Indian J Sex Transm Dis Indian J Sex Transm Dis
Official Publication of the Indian Association for the Study of Sexually Transmitted Diseases
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CASE REPORT
Year : 2022  |  Volume : 43  |  Issue : 1  |  Page : 77-79
 

An unusual case of recurrent vaginal discharge: Diagnostic and therapeutic dilemma


Department of Skin and STDs, LHMC, New Delhi, India

Date of Submission29-Jul-2017
Date of Decision10-Feb-2019
Date of Acceptance27-Oct-2020
Date of Web Publication07-Jun-2022

Correspondence Address:
Dr. Meenu Malik
LHMC, New Delhi
India
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Source of Support: None, Conflict of Interest: None


DOI: 10.4103/ijstd.IJSTD_77_17

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   Abstract 


Abnormal vaginal discharge is common among the females of the reproductive age group. Vulvovaginitis caused by azole-resistant Candida albicans is rare. Recurrent vulvovaginal candidiasis (RVVC) causes significant patient distress and morbidity. The vaginal microflora is a complex micro-ecological environment comprising different microbiological species in variable quantities and relative proportions. Any disturbance in the aforesaid causes vaginitis, for instance, aerobic vaginitis (AV) results from the displacement of healthy vaginal Lactobacillus species with aerobic pathogens. We report AV with RVVC caused by C. albicans resistant to even second generation azoles which has not been previously reported to the best of our knowledge.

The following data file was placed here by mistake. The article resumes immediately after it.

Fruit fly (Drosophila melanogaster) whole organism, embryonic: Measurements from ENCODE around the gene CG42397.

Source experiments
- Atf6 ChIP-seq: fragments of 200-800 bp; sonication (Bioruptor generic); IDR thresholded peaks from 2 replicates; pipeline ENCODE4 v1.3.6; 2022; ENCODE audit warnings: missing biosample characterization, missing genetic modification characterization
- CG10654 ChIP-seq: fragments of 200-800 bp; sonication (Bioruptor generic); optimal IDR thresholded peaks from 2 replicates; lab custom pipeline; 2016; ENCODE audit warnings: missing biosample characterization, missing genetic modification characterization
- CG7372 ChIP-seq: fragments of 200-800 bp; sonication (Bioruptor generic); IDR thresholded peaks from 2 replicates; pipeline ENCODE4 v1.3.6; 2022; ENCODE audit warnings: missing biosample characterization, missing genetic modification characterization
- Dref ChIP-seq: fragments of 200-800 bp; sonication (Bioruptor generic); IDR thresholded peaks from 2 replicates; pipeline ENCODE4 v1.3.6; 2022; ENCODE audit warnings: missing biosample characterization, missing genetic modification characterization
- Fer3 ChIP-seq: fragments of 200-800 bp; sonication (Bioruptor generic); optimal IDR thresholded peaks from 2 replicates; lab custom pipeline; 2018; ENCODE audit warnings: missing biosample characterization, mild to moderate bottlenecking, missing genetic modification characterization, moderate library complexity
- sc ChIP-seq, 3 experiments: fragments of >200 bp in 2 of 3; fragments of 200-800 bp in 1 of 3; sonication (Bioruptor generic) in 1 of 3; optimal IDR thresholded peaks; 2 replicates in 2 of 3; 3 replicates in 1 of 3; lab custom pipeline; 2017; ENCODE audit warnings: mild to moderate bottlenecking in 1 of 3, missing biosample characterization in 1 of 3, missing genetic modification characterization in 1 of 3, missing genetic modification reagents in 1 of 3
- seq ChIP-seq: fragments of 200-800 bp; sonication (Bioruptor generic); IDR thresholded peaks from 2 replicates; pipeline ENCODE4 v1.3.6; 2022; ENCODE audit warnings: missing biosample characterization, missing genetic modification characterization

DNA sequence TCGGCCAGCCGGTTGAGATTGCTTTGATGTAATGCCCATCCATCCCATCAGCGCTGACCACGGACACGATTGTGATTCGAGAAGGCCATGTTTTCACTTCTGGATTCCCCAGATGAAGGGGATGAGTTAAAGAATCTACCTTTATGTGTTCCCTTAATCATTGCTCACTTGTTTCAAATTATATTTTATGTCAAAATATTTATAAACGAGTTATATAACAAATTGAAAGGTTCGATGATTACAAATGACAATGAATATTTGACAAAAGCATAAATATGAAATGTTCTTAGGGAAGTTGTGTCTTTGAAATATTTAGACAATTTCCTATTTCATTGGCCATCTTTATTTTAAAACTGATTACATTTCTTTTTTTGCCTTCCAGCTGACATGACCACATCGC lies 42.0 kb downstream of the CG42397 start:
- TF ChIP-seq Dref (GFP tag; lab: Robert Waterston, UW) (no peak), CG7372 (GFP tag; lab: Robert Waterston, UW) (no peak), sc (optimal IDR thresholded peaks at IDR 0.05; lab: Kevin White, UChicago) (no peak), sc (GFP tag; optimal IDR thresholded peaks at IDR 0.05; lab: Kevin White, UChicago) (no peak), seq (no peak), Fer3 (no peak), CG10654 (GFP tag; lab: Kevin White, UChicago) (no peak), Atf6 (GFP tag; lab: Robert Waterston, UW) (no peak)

Keywords: Aerobic vaginitis, azole-resistant Candida albicans, recurrent vulvovaginal candidiasis, vaginal discharge


How to cite this article:
Malik M, Garg T, Chander R. An unusual case of recurrent vaginal discharge: Diagnostic and therapeutic dilemma. Indian J Sex Transm Dis 2022;43:77-9

How to cite this URL:
Malik M, Garg T, Chander R. An unusual case of recurrent vaginal discharge: Diagnostic and therapeutic dilemma. Indian J Sex Transm Dis [serial online] 2022 [cited 2022 Jul 3];43:77-9. Available from: https://www.ijstd.org/text.asp?2022/43/1/77/346589





   Introduction Top


abnormal vaginal discharge is frequent among women of the reproductive age group, usually related to bacterial vaginosis (BV), vulvovaginal candidiasis (VVC), and trichomoniasis. Less than 5% females with VVC experience recurrent VVC (RVVC), that is, four or more episodes of symptomatic VVC in a year. Candida albicans is the most common cause of VVC,[1] whose resistance to azoles is rare. Aerobic vaginitis (AV) results from the displacement of healthy vaginal Lactobacillus species with aerobic pathogens (Enterococcus faecalis, Escherichia coli, Staphylococcus aureus, and Group B Streptococci) triggering localized vaginal inflammatory immune response. We report an interesting case of AV with RVVC caused by C. albicans resistant to even second generation azoles in an immunocompetent female which has not been previously reported to the best of our knowledge.


   Case report Top